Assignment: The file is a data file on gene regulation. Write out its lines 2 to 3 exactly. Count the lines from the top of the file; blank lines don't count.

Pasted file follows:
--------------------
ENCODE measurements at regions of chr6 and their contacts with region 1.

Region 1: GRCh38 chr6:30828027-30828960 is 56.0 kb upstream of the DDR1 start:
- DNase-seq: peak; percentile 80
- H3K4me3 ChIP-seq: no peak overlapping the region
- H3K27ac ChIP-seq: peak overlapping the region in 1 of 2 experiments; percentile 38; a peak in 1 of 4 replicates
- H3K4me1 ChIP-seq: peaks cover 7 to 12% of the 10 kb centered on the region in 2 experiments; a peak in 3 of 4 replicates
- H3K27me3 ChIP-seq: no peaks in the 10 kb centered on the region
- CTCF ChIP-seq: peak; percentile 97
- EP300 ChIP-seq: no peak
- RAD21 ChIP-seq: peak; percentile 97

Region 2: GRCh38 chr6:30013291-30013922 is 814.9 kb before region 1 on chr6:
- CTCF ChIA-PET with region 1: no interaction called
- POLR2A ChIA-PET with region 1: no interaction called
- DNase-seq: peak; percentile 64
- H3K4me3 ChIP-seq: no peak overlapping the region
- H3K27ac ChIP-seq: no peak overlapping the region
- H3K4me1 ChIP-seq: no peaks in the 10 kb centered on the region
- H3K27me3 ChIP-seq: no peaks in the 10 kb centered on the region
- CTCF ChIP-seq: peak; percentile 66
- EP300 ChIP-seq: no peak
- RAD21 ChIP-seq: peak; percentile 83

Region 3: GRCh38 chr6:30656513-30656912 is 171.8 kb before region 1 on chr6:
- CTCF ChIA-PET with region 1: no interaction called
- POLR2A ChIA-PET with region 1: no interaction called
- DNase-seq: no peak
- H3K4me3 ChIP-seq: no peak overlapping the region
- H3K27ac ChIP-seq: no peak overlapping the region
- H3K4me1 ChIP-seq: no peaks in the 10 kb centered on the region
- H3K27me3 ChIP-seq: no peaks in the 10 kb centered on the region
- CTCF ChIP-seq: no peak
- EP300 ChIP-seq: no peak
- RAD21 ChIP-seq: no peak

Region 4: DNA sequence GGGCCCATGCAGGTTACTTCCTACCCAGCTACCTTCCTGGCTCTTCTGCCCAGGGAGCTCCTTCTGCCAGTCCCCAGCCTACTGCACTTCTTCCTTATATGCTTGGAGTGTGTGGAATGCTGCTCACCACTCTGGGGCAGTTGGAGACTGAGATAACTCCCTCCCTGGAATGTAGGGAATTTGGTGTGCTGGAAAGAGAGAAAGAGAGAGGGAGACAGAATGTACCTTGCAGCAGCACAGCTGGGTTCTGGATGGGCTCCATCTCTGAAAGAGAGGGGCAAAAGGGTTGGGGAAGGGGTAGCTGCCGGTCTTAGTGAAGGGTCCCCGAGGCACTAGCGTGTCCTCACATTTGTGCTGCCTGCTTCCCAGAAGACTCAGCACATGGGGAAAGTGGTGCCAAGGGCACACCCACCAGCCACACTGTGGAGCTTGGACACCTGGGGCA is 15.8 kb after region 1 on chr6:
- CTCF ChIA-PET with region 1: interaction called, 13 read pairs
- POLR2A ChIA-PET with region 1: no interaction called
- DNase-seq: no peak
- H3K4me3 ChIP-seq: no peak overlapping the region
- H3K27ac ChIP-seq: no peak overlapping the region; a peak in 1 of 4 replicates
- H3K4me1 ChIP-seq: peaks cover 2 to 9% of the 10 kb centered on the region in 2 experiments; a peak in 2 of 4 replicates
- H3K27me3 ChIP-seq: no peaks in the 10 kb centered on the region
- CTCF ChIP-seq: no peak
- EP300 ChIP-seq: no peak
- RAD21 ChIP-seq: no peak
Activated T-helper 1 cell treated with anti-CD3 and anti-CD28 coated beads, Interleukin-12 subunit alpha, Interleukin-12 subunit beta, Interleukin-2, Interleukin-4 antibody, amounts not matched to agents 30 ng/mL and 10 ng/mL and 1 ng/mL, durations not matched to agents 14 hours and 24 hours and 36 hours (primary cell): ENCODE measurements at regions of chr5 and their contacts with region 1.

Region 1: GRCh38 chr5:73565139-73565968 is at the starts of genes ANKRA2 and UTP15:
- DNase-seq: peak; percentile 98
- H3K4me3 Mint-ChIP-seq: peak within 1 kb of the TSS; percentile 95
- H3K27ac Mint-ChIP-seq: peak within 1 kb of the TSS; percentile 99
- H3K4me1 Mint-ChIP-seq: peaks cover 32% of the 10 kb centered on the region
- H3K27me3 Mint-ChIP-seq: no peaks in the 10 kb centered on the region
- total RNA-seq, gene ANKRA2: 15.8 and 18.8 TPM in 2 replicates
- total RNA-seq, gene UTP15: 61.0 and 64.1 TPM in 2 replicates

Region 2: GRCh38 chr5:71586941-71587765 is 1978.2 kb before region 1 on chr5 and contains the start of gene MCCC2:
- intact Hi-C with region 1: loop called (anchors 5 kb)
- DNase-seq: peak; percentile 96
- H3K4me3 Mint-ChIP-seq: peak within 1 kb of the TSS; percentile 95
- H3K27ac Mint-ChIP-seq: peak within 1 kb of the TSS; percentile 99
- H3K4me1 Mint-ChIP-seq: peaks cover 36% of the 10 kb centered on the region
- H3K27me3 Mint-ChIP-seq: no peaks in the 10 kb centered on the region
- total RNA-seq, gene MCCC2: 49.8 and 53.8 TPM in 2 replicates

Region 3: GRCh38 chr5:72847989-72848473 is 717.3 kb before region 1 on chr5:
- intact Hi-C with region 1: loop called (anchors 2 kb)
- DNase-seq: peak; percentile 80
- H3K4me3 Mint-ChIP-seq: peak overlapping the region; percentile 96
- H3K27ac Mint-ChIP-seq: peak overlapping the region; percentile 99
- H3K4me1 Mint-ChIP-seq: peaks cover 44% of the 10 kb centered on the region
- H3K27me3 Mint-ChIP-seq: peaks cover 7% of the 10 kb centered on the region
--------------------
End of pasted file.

Region 1: GRCh38 chr6:30828027-30828960 is 56.0 kb upstream of the DDR1 start:
- DNase-seq: peak; percentile 80